Authors: Dr Andy Gilchrist and Dr Scot Wheeler, University of Oxford
The world is transitioning to a decarbonised and decentralised energy system, requiring a total re-think in how we produce and use all forms of energy: this includes how and where electricity is generated, how we heat our homes and industrial processes, and how we transport ourselves and goods. Digitalisation is enabling the transition to a smart, flexible and low carbon energy system which will present opportunities to offer new products and services throughout the energy value chain.
These opportunities will go far beyond the historic model of simply supplying energy to consumers.
This historic model is shown in Fig 1, where energy (shown in green) flows from a generator, through the national and local grids, to the consumer. The consumer pays a retailer for this energy (money flows in red), who in turn reimburses the network providers and generators in accordance with rules defined by the regulator. A command and control model, that has ensured the consumer has energy when they want it.
Fig 1: A Traditional Energy System
A centralised renewable-based energy system, as shown in Fig 2, is more complex, as energy generation is intermittent. As we expect energy to be there when we want it, storage will become important. In times when energy generation is more than demand, energy can be storage: when generation drops below demand, energy will need to be released from storage if the lights are to stay on. This is stimulating a market in network balancing services. This balancing is complex, requiring novel management of energy movements across both time and geography. Financial transactions also become more complex, as these balancing services must be paid for.
Fig 2: Future Renewable Energy System
However, a renewable energy system will not be a centralised command and control model: renewable energy is being generated in local wind farms and photovoltaic parks, and many consumers will both produce and consume (the ‘prosumer’), perhaps though putting PV panels on their roof. This will stimulate the development of local energy systems, where energy and financial flows are locally contained.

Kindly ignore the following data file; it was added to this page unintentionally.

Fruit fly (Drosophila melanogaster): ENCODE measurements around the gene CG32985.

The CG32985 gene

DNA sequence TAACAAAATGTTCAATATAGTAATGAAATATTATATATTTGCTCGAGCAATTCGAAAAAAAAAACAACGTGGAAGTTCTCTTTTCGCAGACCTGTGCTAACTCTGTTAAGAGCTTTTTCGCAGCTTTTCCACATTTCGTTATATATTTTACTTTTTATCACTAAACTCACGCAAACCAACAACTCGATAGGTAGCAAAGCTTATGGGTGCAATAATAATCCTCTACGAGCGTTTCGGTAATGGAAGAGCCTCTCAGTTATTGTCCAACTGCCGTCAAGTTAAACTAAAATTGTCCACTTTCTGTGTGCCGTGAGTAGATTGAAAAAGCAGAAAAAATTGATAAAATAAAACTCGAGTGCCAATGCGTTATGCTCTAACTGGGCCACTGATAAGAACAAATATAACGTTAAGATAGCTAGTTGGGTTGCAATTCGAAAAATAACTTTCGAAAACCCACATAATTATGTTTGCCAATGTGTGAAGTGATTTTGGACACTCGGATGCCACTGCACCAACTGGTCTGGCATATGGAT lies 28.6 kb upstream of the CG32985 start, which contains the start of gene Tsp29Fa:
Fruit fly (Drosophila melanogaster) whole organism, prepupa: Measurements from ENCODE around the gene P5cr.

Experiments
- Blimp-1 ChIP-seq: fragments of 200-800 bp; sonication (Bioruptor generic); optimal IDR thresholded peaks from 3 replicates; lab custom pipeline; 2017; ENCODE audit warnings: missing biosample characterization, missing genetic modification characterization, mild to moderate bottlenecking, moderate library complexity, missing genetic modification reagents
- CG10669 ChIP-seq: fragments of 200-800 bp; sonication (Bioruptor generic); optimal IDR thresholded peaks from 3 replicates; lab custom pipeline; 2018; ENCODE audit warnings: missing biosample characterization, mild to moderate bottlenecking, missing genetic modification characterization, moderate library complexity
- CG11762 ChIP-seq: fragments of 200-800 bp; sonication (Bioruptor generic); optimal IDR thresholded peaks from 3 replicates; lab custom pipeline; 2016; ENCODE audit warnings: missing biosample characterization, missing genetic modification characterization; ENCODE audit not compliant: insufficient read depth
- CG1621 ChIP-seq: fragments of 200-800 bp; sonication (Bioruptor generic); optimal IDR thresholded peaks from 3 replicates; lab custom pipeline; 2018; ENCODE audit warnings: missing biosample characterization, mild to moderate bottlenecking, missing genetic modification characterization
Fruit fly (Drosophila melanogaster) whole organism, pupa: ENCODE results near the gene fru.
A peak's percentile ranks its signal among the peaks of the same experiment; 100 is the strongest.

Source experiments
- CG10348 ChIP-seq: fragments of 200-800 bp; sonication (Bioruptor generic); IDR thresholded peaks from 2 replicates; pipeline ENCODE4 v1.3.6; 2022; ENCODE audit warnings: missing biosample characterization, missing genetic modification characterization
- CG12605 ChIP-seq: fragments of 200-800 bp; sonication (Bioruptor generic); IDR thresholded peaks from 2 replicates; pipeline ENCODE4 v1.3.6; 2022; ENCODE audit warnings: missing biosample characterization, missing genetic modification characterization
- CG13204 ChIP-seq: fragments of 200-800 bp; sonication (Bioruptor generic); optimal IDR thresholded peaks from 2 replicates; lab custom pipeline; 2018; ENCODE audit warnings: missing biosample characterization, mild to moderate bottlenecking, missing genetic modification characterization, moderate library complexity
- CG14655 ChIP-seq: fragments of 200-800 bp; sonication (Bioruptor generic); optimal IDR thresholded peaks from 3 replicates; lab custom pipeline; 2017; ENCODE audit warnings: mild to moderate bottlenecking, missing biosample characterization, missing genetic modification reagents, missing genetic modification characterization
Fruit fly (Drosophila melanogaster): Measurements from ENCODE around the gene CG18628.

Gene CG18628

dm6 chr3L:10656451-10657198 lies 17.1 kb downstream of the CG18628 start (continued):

Fig 3 shows how this will work. Each local energy system (ie within the brown dotted circle) requires generation and demand to be matched, with local markets delivering balancing and network services (as in Fig 2 above). However, these local systems will operate within the wider external system, including both larger systems above and micro systems below. Balancing systems become even more complex, again requiring integration across both time and space.
Fig 3: Future Local Energy System
One example of the importance of local control is in the uptake of electric vehicles. ‘My Electric Avenue’ has shown that effective management of energy flows for EV charging could reduce the cost of UK grid upgrades by around £2.2 billion up to 2050.
The Internet of Things (IoT) will play a major role in managing these new energy flows and in the development of new markets.
Fig 4 shows how the IoT will be fundamental in connecting real world assets to the cloud connected data and market platforms required; essential for managing both individual local energy systems and linking to connected energy systems (ie a new decentralised energy system management).
Fig 4: Future Market and Data Platforms
There are undoubtedly technical challenges for IoT deployment in the new energy systems which include the development of new sensors, data analytics techniques, control mechanisms and security. There are challenges around integrating old, new and evolving technologies and systems, which will require a higher degree of inter-operability (all devices need to effectively talk to each other) and trusted computing (all must be secure and behave as expected).
Equally, there are non-technical barriers for IoT deployment to tackle within the context of a new local energy system, including the highly sensitive issue of data ownership and sharing. Also new markets will only work if they meet human behavioural needs. And, there is a big issue of reforming existing energy market regulation to allow novel business models and markets to evolve!
We are moving from a command and control energy system to one of consumer-led energy production and control. The IoT will underpin this transition. Pitch-In can contribute vital learning that bridges academic excellence (across physical and social sciences) with successful commercial innovation and increasingly position the UK as world leader in these new evolving smart, interconnected and decarbonised energy system markets.